Strengths and Opposites


December 7, 2015


When it comes to opposites, some pairings are easier to identify than others.  If we start small, we can say that the opposite of up is down and that the opposite of good is bad.

These are the sorts of binaries that make it easy to distinguish between ideas in broad strokes.  Opposites are, in fact, the two poles that make up a spectrum.  Each serves as an extreme, which creates distinct points for comparison.

At times, opposites serve to whittle the world down to a manageable size—a world made of two parts: this or that, one or the other, all or nothing.

We all know that not everything has an opposite, however.  For example, we can say that black and white are polar, but what is the opposite of purple?

Or, thinking about balance, can something really have two completely different opposites?  That is, what is the opposite of the middle of something?  Is it found at each end of whatever it is the middle of?

Now, let’s look at something subjective like being “cool”.  It may be easy to say that the opposite of cool is uncool, right?  Yet, most of us have been around long enough to know that it simply depends on who we ask.  What is cool to one person is totally uncool to another person—like hypercolor shirts, lava lamps, and Smartcars.

Which begs the question, if something can occupy both ends of a spectrum at once…what is it, truly?

The decisions we make everyday are formed out of both objective and subjective materials.  We ourselves are constantly changing and adapting to our environments.  What is appropriate in one place is inappropriate in another.  We are shape-shifters, of sorts.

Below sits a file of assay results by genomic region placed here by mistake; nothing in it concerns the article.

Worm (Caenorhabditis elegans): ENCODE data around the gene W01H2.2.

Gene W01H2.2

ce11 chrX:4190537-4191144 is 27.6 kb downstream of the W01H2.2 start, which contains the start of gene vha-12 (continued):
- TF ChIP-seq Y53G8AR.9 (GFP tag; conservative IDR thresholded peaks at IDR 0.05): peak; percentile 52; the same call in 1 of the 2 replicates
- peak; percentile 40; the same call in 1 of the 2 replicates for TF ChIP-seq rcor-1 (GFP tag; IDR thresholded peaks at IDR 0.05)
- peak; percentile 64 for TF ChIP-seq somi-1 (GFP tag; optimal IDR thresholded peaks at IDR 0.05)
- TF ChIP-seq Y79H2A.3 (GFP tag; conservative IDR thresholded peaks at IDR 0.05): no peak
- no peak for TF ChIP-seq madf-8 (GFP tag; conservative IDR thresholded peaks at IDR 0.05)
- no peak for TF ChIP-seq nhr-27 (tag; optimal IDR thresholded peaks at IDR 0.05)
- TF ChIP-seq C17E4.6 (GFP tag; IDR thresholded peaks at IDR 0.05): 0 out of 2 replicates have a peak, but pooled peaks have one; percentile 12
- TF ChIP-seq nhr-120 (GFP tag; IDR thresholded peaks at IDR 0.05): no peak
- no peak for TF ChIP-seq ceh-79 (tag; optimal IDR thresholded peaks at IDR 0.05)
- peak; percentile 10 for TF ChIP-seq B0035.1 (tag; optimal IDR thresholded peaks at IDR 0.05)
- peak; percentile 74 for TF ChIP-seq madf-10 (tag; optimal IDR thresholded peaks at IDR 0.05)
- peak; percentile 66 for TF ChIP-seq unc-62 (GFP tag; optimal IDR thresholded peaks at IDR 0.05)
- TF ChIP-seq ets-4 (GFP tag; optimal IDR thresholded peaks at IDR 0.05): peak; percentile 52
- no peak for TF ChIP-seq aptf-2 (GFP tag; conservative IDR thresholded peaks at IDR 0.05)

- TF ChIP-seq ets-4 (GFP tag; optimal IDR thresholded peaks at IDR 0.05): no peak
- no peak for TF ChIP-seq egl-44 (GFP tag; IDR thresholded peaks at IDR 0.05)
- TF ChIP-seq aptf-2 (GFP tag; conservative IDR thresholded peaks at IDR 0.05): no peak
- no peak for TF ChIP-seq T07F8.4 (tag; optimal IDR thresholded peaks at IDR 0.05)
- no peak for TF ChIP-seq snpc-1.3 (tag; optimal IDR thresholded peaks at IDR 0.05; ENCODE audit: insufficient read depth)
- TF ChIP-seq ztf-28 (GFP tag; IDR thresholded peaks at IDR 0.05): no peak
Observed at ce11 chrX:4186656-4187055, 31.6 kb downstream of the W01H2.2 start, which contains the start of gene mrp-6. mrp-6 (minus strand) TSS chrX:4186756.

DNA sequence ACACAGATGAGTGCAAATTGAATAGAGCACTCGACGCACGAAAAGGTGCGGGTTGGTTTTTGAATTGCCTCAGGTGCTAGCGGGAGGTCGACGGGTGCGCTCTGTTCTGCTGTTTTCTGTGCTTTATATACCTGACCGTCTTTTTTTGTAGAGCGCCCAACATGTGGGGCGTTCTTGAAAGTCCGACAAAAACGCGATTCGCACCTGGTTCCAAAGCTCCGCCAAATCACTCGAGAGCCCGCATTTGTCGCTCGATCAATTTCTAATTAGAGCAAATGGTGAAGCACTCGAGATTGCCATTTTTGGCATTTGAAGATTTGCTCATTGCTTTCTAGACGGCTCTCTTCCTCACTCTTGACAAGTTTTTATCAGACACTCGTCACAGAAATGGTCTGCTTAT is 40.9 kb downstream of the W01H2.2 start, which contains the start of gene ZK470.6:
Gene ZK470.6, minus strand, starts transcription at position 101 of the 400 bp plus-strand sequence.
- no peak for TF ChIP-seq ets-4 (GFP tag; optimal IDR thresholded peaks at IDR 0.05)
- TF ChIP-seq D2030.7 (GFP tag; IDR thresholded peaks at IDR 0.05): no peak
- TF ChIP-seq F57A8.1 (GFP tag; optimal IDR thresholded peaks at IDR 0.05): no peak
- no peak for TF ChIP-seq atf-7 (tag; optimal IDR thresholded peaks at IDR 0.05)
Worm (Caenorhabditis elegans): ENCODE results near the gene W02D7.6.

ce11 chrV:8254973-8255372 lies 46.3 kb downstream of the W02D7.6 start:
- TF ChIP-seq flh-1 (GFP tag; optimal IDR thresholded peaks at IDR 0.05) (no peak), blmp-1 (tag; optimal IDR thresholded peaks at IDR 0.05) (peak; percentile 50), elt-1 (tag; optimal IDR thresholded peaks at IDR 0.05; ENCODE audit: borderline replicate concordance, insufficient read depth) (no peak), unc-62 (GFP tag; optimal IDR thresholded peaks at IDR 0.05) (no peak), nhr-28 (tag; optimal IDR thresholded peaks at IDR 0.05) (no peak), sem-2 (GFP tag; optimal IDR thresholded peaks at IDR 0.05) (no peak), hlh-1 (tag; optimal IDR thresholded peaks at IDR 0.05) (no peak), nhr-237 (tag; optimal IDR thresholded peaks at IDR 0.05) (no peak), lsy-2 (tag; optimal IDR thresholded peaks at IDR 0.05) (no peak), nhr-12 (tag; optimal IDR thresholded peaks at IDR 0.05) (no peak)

Our very own impressions about who we are are likely to change throughout the day, not to mention our opinions about the world around us.  In any given 24 hours we are likely to mentally run around on countless spectrums, enjoying and dreading moments from one end to the other.

What is the opposite of a person, anyway?

As social and emotional creatures, we live between extremes, which we create and define as we go.  It’s an ever-morphing reality filled with interactions, compromises, learning experiences, and inevitable growth.

So, when we are daily faced with complex, multifaceted, many-sided ideas, concepts, and world-views, how do we best make decisions and take action?

When we focus on our strengths we are opening ourselves to the greatest number of possibilities.  And, it’s likely that we will be able deal with changes more gracefully from this position because we will be willing to deal with change.

That’s because this version of who we are is less likely to live in a rigid binary of yes/no, hot/cold, right/wrong.

Instead, when we allow ourselves to be who we are at our cores—and to live from strength as opposed to fear—we are allowing ourselves to live inside the matrix of our complete personality—not just one end of it or the other.

No one has only one strength.  No matter what our top strengths are, there is diversity.  We are not simply one thing or another thing—we are many things.

We no longer have to feel like we need to be either this or that.  Instead, we can find certainty and strength in the fact that we can be both.

Three Questions

What are the top ten words that describe me as a person?

What advice would I give to my twelve-year old self?

What is a list of things that have no opposites?  (Brain exercise).


Set the timer on your phone for five minutes.

Imagine yourself twenty-five years in the future.  What advice would that person give to you today about how to live your life?

Freewrite their advice to you for five minutes.  No restrictions.  Go.


Be your greatness. Start. Do. Go.

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